|Either that, or they show me I should try another hobby. But I'll stick with HER idea.|
Wednesday, 29 April 2015
Evidence that even rejected writing can find another home
I like this passage from near the beginning of a book I was writing a year ago. It's a shame the main premise of the book got a big NO WAY from a potential publisher. I enjoyed writing the two middle-aged characters, even if the story was flawed. The narrator has a friend, Beatrice, who stays with her overnight and is found murdered in her bed the next morning.
Look, here’s a quick snapshot from the previous evening, a few hours before Beatrice died, just so you don’t judge me. Here’s me in action, apron-clad, frying mince and onions and pouring Beatrice, who seemed in need of cheering up, a generous glass of red wine. Here’s me saying, ‘So, how’s life at the B & B?’ and ‘I’m so glad you didn’t have any guests and could get away for a couple of days’ and giving her a second portion of blackberry and apple crumble. Here’s me nattering to her about this and that, mainly this dead friend and that divorced one. Strange, isn’t it, how getting past a certain age makes your friends’ separations (either from spouses, or from breathing) a subject of great interest? It reminds me of my old Uncle Fred, sitting at his kitchen table with a slice of bread and butter and browsing through the local paper, muttering, ‘Outlived him, outlived her’, then slurping tea from his saucer. I never thought I’d be like that, but I am. The obsession with other people’s demises comes in the same parcel as the free copy of Saga Magazine that plops through the letterbox like a poor prognosis soon after your 50th.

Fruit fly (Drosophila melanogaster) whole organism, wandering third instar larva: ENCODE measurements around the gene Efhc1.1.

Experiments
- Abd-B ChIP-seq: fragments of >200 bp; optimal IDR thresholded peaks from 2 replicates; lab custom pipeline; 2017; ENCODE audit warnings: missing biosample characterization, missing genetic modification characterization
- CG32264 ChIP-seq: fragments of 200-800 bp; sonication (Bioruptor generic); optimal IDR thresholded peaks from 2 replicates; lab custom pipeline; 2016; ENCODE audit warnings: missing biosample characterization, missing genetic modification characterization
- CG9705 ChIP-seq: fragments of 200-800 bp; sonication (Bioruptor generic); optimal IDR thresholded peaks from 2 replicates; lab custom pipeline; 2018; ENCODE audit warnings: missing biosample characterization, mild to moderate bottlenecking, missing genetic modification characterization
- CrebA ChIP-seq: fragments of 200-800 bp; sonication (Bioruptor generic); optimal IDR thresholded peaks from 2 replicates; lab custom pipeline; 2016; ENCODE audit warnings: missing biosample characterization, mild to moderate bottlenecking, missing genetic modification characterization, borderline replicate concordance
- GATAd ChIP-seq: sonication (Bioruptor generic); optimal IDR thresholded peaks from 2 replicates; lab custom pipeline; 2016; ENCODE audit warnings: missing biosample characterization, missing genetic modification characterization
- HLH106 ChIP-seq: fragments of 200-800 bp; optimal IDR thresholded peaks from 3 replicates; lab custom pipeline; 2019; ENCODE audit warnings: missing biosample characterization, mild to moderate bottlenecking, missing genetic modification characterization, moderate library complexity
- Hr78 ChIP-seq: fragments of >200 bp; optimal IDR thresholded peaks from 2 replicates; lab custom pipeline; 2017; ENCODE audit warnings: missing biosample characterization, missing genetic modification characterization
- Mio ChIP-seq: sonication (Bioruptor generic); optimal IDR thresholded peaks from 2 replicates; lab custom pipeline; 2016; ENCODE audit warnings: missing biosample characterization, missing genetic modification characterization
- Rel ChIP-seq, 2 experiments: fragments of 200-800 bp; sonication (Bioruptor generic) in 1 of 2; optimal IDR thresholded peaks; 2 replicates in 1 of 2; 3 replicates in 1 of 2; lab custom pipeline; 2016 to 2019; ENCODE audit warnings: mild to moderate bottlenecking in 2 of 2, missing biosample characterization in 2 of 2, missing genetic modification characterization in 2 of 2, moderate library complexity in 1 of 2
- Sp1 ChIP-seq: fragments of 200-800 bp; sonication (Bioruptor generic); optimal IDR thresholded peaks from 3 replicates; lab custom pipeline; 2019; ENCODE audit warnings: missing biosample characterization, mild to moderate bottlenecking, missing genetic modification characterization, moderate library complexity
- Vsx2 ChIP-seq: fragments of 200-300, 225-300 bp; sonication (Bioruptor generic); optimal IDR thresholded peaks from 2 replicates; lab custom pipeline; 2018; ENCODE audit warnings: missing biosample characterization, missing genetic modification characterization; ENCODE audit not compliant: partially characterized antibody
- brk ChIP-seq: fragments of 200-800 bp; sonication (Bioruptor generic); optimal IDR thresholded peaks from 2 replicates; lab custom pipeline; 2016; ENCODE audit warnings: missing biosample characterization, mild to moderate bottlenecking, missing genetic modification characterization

Beatrice and I went back a long way, all the way to the 1960s and ‘A Hard Day’s Night’ and Oken School in Warwick where we both had ‘potential’ but not enough ‘motivation’. Poor Mrs Thompson, our Form Tutor, kept us behind after many a registration period to dole out earnest advice and portentous finger-wagging warnings about the fact that we’d both end up working in newsagents. But Beatrice had an alcoholic mother who kept her at home when she needed some shopping or cleaning done, and I had no similar excuse but an incurable addiction to my candy-striped bed sheets, so between us, potential had as much chance of success as I have now of being mistaken for Kate Moss in the High Street.
I’d met Beatrice in the lunch queue about two weeks after starting at Oken. She’d only recently moved to Warwickshire from Scotland. Her dad was a policeman. I asked Beatrice if she’d moved because of his job and she said, yes, he’d been transferred, but they’d had to move because of a ‘family problem’. We started off with a hatred for rice pudding skin in common and from there went on to share a passion for the Beatles, for wearing illegal eyeliner that made us look like pandas, and for backcombing our hair so that we had to front-comb it all again when we got to school and Mrs Thompson caught us. These are the things which bind girls together so that they’re still having each other as house guests in 2012 and sharing in shepherd’s pie, wine and other people’s tragedies.